So perhaps the footbridge turned out to be more pointless than it needed have been because it was never meant to stand alone like it did. However even if there was a complete system it would have had limited potential while low level crossings still existed and it is hard to imagine those having been removed because the roads aren't very wide and have pedestrian crossings everywhere else. Really the useful component might have been a link from the bus station to the railway station at platform level with the link to Balham Road just being fluff. Even then those spiral ramps would still have been a stopper for many.
As a footbridge it really was a disaster. However as an unintentional folly, as a civic monument to the needless demolition, bad planning and poor design of the 60s and 70s, as a local curiosity, and as a local landmark it was a triumph.
The footbridge has served one useful purpose. Michael Crawford's famous roller skating stunt in "Some Mothers Do 'Ave 'Em" starts off in the roller skating rink at Pickett's Lock, is then seen skating over bollards which were actually on the entrance to the centre, and then appears coming down the eastern spiral walkway and grabbing onto a bus driving through the bus station.
The bridge should never have been built, but built it was. It settled into the landscape over the last thirty years and it belonged there. The Green will not be the same without it, and there are many who will miss it.
I had a suspicion that the bridge was likely to bite the dust in the redevelopments for some time but waited and waited to hear any news as it didn't seem possible that anyone could consider demolishing such a well known feature of Lower Edmonton without a big fanfare and plenty of time for public discussion. Then in June 2004 the Enfield Independent carried an anonymous public notice in the back pages regarding temporary night road closures that were required to facilitate the demolition of the bridge in the first weeks of August. Fortunately Martin Beckford of the Enfield Gazette and Advertiser spotted this and brought it to my attention before writing articles about it in both papers. I for one might not have spotted the notice and there are are many who don't get the Independent delivered so were denied the chance to see it. So it could have come about that the bridge would have started disappearing overnight without many being aware it was happening.
As it happens the demolition in August never happened but on 4th November 2004 a ceremony was held to signal the start of demolition of the bridge and the car park. The actual demolition started later in the month and the final removal of the last section was at the beginning of February 2005.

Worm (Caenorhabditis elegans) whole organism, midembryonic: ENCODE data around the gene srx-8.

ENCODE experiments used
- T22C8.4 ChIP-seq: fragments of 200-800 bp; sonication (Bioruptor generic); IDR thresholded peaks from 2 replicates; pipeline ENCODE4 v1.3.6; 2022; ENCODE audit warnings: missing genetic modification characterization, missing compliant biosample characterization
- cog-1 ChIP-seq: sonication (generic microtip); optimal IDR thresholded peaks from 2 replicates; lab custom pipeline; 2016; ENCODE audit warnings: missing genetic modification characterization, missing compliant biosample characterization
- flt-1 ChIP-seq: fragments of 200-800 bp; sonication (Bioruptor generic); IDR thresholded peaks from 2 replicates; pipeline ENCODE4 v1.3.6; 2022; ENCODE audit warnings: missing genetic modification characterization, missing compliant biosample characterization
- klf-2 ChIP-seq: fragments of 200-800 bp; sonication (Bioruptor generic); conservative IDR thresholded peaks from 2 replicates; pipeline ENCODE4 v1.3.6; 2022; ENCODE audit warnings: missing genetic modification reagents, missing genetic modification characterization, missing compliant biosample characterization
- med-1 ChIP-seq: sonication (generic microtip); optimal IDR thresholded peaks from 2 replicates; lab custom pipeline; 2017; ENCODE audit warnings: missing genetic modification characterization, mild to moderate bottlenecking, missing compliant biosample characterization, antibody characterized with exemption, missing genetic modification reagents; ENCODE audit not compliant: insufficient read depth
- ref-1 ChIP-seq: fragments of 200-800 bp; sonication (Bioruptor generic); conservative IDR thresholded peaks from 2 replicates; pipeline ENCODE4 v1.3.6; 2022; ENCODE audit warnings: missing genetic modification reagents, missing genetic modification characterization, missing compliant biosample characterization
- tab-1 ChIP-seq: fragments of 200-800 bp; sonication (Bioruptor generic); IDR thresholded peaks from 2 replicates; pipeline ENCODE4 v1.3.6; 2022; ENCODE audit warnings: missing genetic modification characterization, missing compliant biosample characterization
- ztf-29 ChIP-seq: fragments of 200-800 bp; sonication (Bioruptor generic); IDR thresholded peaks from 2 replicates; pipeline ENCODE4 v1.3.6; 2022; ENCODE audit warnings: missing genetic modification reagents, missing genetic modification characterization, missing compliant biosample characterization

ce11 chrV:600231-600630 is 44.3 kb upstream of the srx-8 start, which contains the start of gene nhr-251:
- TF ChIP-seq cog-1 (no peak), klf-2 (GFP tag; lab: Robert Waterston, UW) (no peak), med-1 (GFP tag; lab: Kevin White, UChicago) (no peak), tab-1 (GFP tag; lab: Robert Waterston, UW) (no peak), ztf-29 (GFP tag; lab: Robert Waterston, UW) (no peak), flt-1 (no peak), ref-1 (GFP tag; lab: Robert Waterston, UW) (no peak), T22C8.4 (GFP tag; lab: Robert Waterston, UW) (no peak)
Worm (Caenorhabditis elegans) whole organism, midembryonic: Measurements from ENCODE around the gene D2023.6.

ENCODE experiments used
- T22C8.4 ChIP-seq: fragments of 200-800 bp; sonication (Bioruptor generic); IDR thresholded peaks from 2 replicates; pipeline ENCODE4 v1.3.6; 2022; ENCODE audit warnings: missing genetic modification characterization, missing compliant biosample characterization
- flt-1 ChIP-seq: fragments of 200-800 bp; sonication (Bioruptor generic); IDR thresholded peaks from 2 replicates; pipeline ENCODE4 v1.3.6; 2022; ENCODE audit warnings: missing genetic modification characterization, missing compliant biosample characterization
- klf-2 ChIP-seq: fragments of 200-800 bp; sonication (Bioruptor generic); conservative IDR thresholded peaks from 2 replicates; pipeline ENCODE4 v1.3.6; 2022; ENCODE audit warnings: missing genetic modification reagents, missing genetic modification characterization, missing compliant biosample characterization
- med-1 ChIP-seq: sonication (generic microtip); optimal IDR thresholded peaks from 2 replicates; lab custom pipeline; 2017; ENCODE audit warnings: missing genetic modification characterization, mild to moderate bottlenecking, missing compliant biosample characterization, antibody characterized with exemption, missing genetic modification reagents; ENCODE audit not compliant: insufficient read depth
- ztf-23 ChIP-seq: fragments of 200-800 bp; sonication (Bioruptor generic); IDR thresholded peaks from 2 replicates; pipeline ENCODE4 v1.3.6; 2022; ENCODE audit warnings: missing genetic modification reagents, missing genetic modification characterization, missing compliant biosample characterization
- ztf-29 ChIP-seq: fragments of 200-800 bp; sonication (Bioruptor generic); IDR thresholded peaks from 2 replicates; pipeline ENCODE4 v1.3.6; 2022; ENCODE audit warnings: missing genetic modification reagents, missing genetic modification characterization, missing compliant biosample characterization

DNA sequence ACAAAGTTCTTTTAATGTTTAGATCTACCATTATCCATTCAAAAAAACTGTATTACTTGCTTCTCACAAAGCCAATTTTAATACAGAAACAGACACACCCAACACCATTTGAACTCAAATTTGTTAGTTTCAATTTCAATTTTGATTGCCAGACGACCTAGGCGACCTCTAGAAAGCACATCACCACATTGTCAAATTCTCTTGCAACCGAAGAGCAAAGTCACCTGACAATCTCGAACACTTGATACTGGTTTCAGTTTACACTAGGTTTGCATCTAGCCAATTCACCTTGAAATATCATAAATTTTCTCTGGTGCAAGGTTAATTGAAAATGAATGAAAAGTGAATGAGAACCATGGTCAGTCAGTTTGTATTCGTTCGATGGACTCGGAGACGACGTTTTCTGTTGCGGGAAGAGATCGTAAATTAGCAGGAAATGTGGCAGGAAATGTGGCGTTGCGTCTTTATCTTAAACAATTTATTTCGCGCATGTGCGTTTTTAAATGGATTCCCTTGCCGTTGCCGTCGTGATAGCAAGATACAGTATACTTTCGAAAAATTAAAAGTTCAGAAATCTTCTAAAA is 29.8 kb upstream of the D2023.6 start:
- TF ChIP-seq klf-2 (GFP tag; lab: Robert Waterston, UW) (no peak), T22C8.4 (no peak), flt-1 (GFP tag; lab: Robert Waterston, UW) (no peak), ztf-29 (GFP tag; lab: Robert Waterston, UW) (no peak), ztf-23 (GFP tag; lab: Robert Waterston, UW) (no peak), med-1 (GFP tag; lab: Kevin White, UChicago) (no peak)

The bridge is being demolished by St Modwen rather than the council. It seems strange that a commercial organisation should own a bridge across a public highway. How did a public footbridge come to be considered part of a shopping centre anyway? St Modwen say that the bridge is being demolished to make way for the new bus station. So why was a design adopted that required demolition of the bridge? Where was the mandate from the public for that?
Ideally the footbridge should have been retained and refurbished and kept as an integral feature of The Green.
I relectantly accept the eastern end of the bridge had to go, especially once it was too late to do anything about it. However they should only have demolished that part of the bridge that directly interfered with the plans for the bus station. The rest should have remained for the time being as it wasn't hurting anyone. We should have had the western spiral ramp by Balham Road and a small part of the bridge preserved as a civic monument and reminder of the mistakes of the past. I might actually have gone further and left as much of the bridge intact as possible. It would have been good publicity being known as the town with a half a bridge.
As something of a postscript, I passed through The Green in May 2006. The site where the western ramp of the footbridge once stood is neat and tidy but is really just an empty site. I suppose one should welcome even the tiniest bit of green space to open the area up a bit as it gets closed down on the other side.